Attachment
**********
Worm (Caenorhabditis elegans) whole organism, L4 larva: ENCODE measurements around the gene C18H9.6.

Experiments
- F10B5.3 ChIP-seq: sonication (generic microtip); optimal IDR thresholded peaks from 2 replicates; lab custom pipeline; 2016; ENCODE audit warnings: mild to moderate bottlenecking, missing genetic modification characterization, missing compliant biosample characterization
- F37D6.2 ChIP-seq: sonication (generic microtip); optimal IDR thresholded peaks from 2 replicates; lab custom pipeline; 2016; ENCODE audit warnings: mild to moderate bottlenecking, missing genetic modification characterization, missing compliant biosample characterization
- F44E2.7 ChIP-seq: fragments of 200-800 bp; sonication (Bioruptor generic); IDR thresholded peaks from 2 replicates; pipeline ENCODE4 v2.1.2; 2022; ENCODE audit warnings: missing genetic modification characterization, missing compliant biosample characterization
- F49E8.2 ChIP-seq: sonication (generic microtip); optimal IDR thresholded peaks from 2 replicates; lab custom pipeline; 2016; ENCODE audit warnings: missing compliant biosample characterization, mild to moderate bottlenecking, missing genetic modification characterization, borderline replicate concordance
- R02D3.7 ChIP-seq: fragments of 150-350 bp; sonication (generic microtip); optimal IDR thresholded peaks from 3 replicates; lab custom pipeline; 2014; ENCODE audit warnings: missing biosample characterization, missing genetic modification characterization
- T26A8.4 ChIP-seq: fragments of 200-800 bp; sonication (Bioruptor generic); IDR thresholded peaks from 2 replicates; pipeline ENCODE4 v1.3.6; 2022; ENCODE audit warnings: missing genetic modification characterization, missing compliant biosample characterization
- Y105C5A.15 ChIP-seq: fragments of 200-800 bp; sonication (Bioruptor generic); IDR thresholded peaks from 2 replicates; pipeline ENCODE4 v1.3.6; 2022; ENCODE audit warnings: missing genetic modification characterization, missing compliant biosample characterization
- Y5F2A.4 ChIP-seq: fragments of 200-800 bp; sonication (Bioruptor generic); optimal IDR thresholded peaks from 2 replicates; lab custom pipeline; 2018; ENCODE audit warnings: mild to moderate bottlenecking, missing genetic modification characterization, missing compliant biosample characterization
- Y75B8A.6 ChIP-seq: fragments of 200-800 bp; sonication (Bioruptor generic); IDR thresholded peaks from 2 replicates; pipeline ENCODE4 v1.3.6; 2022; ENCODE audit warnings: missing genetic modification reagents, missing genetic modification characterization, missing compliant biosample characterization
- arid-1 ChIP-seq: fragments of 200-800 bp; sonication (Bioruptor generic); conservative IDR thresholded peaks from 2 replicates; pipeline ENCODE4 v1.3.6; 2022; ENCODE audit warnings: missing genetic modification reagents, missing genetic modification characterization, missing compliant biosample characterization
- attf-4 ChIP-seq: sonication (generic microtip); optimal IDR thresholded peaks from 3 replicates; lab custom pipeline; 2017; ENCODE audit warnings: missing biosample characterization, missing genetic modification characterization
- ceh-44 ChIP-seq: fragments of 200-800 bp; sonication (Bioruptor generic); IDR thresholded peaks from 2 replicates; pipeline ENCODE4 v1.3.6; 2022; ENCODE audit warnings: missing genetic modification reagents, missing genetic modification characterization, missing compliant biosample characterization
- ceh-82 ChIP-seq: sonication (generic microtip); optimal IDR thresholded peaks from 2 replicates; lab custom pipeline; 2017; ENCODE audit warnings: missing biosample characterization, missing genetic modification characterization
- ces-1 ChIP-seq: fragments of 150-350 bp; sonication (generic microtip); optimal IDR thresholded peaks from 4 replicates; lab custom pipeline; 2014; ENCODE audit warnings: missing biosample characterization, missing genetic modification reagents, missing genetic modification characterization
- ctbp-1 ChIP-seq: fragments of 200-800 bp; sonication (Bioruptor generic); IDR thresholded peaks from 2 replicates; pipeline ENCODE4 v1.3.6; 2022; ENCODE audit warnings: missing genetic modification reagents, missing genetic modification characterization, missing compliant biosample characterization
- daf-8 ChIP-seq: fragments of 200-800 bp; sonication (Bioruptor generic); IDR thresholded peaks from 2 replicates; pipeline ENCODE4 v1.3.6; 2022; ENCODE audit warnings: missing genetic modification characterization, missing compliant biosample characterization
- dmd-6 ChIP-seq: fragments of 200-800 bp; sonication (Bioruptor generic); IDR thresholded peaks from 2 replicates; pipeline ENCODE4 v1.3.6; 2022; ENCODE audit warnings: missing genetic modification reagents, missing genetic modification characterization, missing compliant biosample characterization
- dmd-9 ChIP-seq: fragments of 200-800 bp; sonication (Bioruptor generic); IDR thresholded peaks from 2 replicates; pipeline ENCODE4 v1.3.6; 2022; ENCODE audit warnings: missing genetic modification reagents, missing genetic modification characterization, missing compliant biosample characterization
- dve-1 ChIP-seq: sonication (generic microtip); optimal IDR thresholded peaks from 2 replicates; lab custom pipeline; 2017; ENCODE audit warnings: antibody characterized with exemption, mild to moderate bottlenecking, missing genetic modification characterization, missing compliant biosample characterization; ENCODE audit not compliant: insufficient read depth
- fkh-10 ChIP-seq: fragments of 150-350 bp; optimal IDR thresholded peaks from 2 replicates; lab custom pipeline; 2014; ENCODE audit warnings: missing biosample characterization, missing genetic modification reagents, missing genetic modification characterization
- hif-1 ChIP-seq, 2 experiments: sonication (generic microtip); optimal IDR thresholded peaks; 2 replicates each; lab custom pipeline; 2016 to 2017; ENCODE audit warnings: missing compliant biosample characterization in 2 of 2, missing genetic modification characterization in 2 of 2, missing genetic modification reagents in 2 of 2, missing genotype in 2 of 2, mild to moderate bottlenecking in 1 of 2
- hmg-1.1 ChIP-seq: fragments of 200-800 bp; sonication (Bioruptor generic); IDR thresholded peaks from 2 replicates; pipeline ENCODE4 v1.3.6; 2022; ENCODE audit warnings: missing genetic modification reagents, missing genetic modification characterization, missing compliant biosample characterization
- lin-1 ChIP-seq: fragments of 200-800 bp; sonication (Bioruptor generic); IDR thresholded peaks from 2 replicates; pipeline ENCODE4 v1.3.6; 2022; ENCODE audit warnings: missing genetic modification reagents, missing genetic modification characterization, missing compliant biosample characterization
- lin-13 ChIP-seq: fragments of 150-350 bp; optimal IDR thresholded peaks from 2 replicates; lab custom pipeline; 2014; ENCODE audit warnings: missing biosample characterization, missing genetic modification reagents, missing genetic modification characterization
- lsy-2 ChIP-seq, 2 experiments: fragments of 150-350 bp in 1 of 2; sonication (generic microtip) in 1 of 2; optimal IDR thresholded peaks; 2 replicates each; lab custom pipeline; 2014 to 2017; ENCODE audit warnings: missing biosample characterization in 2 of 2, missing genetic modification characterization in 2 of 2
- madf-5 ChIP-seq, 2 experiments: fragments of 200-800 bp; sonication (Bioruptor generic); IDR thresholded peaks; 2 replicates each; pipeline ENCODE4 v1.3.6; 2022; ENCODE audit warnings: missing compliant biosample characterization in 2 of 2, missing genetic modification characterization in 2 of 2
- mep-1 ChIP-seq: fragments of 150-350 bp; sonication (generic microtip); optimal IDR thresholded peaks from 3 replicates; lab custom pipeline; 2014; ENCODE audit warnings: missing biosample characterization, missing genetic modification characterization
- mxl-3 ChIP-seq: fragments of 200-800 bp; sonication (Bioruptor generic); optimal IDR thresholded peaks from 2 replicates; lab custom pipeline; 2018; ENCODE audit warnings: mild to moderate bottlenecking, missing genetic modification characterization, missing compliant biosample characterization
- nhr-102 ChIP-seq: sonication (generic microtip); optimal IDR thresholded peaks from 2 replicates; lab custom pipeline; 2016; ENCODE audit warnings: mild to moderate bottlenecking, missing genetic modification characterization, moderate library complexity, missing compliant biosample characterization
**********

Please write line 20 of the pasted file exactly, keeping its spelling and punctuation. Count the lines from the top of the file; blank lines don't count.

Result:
- dmd-9 ChIP-seq: fragments of 200-800 bp; sonication (Bioruptor generic); IDR thresholded peaks from 2 replicates; pipeline ENCODE4 v1.3.6; 2022; ENCODE audit warnings: missing genetic modification reagents, missing genetic modification characterization, missing compliant biosample characterization